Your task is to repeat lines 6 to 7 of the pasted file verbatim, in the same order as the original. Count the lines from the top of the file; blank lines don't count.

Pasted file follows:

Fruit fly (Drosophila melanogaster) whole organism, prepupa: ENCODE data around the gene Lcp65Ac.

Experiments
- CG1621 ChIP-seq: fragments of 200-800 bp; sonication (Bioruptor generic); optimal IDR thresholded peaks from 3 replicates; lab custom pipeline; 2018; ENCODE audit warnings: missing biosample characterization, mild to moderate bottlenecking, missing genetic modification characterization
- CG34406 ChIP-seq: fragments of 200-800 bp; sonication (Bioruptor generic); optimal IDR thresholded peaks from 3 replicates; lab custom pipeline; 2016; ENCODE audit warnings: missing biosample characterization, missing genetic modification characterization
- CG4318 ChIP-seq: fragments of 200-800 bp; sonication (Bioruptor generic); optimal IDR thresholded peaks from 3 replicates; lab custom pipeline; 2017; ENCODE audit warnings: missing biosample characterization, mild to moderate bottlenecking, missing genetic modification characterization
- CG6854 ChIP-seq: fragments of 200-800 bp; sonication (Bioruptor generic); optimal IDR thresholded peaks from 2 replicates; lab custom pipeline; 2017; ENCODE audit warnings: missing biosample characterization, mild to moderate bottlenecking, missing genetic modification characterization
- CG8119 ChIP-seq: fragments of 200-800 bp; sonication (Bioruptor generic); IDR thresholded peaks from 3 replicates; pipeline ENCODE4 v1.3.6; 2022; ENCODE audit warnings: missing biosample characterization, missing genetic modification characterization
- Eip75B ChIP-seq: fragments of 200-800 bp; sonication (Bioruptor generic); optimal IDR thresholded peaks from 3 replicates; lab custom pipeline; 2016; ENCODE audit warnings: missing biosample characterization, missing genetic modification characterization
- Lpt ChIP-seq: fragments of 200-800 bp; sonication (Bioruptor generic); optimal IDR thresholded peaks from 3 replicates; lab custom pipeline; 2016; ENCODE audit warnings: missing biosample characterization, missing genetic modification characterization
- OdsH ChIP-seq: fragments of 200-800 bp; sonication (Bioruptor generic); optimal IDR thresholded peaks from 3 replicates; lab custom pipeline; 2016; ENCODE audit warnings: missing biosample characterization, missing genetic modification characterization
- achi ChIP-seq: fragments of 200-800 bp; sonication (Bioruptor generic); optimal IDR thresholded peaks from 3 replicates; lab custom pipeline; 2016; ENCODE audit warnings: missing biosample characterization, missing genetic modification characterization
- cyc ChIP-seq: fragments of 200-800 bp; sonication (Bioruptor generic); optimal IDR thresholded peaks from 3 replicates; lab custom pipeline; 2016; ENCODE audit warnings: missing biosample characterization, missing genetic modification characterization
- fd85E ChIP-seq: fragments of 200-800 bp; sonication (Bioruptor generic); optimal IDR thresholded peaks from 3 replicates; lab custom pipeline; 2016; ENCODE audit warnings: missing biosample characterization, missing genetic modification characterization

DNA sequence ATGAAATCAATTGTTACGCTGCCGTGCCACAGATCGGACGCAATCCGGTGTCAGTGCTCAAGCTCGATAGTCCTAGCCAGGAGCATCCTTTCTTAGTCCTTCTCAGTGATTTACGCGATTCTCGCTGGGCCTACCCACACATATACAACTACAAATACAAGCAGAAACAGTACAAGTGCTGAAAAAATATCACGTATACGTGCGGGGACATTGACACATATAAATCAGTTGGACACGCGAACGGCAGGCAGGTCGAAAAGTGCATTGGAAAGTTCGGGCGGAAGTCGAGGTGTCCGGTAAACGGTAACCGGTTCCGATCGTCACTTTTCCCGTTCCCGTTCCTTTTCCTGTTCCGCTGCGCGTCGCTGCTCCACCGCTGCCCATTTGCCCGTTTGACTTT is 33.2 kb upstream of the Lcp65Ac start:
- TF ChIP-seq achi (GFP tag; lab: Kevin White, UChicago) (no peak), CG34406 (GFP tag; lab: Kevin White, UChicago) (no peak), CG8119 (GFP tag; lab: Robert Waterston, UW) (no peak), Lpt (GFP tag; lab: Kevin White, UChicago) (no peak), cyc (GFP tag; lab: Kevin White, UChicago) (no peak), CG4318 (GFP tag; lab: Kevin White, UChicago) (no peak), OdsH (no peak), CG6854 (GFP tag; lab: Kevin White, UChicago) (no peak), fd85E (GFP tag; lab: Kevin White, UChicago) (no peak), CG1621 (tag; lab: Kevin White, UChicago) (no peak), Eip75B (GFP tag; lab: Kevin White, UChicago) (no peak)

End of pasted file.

- CG6854 ChIP-seq: fragments of 200-800 bp; sonication (Bioruptor generic); optimal IDR thresholded peaks from 2 replicates; lab custom pipeline; 2017; ENCODE audit warnings: missing biosample characterization, mild to moderate bottlenecking, missing genetic modification characterization
- CG8119 ChIP-seq: fragments of 200-800 bp; sonication (Bioruptor generic); IDR thresholded peaks from 3 replicates; pipeline ENCODE4 v1.3.6; 2022; ENCODE audit warnings: missing biosample characterization, missing genetic modification characterization